Symptoms vary because the location and severity of each attack can be different. Attacks can last for days, weeks, or months. Attacks are followed by remissions. These are periods of reduced or no symptoms. Fever, hot baths, sun exposure, and stress can trigger or worsen attacks.
It is common for the disease to return (relapse). The disease may also continue to get worse without remissions.
Nerves in any part of the brain or spinal cord may be damaged. Because of this, MS symptoms can appear in many parts of the body.
Bowel and bladder symptoms:
Numbness, tingling, or pain:
Other brain and nerve symptoms:
Speech and swallowing symptoms:
Fatigue is a common and bothersome symptom as MS progresses. It is often worse in the late afternoon.
Symptoms of MS may mimic those of many other nervous system problems. MS is diagnosed by determining if there are signs of more than one attack on the brain or spinal cord and by ruling out other conditions.
People who have a form of MS called relapsing-remitting have a history of at least two attacks separated by a remission.
In other people, the disease may slowly get worse in between clear attacks. This form is called secondary progressive MS. A form with gradual progression, but no clear attacks is called primary progressive MS.
The health care provider may suspect MS if there are decreases in the function of two different parts of the central nervous system (such as abnormal reflexes) at two different times.
An exam of the nervous system may show reduced nerve function in one area of the body. Or the reduced nerve function may be spread over many parts of the body. This may include:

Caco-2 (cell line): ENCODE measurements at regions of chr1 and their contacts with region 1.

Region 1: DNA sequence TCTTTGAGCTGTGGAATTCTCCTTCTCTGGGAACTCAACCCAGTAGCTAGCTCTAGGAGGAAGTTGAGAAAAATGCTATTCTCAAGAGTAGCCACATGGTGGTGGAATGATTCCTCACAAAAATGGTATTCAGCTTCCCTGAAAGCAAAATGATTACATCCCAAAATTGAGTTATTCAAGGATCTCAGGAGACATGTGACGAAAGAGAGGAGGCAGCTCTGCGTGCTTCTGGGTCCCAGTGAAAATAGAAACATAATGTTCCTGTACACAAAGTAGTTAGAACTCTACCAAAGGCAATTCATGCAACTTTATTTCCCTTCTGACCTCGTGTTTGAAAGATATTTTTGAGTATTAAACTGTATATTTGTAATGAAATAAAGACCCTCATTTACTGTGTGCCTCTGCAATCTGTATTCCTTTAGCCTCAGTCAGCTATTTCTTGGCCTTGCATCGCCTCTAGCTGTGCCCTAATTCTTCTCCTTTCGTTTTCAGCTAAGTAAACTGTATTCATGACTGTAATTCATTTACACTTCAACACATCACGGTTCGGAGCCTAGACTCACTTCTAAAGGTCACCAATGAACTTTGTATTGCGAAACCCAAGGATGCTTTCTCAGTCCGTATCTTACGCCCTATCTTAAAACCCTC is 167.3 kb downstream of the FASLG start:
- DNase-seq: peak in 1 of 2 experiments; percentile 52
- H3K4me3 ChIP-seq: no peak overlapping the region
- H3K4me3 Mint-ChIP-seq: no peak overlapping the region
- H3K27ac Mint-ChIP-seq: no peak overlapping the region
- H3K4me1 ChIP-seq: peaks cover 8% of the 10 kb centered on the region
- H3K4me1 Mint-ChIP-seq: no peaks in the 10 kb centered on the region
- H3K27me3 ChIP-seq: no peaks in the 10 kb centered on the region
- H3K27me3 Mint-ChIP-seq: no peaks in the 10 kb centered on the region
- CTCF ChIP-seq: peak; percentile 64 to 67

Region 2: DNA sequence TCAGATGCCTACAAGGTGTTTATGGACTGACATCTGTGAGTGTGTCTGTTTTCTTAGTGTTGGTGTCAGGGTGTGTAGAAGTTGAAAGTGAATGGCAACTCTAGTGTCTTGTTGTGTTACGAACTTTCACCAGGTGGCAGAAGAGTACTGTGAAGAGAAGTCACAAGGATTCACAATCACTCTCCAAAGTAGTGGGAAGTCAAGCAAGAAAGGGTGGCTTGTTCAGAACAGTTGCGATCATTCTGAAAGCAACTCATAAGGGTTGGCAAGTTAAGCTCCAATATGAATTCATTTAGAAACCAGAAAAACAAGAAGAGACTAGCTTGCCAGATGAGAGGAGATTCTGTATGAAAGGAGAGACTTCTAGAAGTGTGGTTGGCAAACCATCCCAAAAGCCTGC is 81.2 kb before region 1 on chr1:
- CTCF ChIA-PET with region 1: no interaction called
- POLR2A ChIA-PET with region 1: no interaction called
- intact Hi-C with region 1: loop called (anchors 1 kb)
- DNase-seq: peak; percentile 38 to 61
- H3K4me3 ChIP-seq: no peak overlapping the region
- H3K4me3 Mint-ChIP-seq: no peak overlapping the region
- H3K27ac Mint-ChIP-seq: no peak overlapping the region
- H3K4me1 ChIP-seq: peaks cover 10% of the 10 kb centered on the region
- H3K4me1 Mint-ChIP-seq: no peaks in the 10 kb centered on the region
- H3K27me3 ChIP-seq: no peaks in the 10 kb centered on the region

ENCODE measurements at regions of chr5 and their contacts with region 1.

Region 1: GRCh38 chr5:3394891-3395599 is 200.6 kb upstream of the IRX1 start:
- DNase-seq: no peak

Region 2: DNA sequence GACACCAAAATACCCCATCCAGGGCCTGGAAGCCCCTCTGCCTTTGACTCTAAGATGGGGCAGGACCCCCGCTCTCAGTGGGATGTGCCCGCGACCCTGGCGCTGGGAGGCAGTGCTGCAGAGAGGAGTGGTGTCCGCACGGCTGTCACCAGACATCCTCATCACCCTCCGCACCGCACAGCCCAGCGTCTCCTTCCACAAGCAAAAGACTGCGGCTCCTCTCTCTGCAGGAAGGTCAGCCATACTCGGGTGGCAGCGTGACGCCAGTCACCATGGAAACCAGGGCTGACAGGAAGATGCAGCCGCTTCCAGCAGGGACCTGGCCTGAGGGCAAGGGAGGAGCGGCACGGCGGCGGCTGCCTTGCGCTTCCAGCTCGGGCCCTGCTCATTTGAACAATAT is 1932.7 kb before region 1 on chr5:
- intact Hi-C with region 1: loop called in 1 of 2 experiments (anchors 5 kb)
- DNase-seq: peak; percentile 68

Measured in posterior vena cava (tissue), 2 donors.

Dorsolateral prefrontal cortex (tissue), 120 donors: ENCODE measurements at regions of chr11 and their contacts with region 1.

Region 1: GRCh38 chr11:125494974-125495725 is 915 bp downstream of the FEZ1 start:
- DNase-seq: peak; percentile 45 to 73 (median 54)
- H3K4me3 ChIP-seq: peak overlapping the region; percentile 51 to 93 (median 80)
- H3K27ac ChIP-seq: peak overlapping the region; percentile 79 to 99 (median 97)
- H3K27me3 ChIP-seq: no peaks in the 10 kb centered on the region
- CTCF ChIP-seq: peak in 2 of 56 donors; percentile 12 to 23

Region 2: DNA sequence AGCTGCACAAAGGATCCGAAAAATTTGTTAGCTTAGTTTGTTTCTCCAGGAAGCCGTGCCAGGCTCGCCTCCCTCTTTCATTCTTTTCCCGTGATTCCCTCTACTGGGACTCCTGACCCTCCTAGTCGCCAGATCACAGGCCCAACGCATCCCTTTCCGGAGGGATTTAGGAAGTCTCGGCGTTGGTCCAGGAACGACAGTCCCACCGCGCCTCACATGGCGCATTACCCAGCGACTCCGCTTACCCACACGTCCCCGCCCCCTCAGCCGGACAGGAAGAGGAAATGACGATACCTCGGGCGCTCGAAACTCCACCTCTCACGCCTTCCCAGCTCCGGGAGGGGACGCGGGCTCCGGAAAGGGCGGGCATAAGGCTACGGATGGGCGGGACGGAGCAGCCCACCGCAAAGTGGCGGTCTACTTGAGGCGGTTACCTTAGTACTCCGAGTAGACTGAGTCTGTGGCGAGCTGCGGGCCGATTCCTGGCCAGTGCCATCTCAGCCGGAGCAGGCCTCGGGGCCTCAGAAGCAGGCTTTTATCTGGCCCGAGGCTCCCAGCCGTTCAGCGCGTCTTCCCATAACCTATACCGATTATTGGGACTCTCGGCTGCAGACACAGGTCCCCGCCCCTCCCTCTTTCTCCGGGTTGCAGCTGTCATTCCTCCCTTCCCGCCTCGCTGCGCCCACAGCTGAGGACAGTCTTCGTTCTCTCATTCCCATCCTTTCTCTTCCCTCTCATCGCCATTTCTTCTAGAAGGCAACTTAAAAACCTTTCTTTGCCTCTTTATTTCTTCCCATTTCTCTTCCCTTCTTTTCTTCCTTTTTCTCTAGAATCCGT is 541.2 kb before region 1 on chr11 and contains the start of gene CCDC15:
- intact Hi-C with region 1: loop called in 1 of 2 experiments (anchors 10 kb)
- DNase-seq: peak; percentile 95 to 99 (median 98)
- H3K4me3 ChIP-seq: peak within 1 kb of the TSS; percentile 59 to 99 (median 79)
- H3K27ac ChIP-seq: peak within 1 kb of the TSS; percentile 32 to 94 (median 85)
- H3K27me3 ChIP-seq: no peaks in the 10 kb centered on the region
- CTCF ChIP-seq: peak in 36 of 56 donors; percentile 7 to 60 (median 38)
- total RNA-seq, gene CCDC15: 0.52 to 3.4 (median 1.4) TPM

An eye exam may show:
Tests to diagnose MS include:
There is no known cure for MS at this time. But, there are treatments that may slow the disease. The goal of treatment is to control symptoms and help you maintain a normal quality of life.
Medicines are often taken long-term. These include:
Medicines are more effective for the relapsing-remitting form than for other forms of MS.
The following may also be helpful for people with MS:
Living with MS may be a challenge. You can ease the stress of illness by joining an MS support group. Sharing with others who have common experiences and problems can help you not feel alone.
The outcome varies, and is hard to predict. Although the disorder is life-long (chronic) and incurable, life expectancy can be normal or almost normal. Most people with MS are active and function at work with little disability.
Those who usually have the best outlook are:
The amount of disability and discomfort depends on:
Most people return to normal or near-normal function between attacks. Over time, there is greater loss of function with less improvement between attacks.
Call your provider if:
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Last reviewed on: 8/13/2015
Reviewed by: Joseph V. Campellone, MD, Division of Neurology, Cooper University Hospital, Camden, NJ. Review provided by VeriMed Healthcare Network. Internal review and update on 09/01/2016 by David Zieve, MD, MHA, Isla Ogilvie, PhD, and the A.D.A.M. Editorial team.